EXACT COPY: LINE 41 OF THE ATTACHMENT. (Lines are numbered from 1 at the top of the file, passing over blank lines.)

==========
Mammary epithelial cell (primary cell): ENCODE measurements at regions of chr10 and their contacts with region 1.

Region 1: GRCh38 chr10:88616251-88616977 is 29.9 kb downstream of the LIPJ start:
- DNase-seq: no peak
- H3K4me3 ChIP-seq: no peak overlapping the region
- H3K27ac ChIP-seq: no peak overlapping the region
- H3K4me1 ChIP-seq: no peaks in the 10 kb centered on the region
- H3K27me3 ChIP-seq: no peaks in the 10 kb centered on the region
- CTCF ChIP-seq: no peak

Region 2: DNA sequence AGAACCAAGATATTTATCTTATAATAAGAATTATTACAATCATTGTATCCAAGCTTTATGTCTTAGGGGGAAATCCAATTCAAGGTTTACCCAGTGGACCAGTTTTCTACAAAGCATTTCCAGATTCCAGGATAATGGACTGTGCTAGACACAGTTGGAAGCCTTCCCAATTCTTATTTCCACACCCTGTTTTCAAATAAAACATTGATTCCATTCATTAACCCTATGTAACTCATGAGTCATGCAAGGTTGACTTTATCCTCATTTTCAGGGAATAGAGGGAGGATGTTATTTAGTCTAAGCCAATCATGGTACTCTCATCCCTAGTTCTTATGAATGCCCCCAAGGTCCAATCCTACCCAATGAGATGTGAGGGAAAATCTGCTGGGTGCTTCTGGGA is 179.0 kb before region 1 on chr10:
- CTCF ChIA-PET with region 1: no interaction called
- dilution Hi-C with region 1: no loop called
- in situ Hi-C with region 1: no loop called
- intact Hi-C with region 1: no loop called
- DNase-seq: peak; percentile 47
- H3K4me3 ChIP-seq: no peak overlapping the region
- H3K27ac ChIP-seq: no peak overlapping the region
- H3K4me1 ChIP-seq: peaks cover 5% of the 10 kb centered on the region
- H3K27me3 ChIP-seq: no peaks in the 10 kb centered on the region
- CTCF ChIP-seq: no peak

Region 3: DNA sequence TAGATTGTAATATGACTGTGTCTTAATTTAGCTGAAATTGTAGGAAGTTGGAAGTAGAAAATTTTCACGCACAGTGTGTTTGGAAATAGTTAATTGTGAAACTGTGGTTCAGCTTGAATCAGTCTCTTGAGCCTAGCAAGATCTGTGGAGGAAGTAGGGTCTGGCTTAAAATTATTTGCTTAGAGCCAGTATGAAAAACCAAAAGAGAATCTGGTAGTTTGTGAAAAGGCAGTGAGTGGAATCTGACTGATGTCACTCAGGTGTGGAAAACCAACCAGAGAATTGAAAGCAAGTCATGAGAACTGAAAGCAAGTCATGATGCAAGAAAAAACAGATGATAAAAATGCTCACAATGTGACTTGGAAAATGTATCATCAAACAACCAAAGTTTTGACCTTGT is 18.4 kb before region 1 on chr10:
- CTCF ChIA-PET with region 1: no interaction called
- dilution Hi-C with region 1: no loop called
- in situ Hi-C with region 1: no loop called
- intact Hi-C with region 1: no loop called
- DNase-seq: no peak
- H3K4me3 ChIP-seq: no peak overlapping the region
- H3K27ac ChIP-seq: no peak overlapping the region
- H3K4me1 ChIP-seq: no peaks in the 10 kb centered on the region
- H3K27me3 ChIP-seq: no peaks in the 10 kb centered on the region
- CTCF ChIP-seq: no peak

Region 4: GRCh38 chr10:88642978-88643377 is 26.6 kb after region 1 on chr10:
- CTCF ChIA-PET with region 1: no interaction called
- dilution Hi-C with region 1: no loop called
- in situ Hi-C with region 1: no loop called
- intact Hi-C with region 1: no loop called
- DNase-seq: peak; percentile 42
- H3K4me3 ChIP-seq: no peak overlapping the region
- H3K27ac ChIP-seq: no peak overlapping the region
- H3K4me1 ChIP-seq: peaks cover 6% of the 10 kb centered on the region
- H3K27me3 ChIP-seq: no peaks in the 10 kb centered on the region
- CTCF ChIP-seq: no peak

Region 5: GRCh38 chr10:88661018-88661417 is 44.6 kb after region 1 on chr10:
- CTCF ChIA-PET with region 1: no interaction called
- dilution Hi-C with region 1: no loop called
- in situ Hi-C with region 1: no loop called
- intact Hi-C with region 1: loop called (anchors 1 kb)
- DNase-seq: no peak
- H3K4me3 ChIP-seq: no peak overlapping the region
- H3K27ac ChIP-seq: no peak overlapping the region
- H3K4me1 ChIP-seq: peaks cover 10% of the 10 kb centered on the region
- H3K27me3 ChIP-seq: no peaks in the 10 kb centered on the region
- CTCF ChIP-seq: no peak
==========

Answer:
- CTCF ChIP-seq: no peak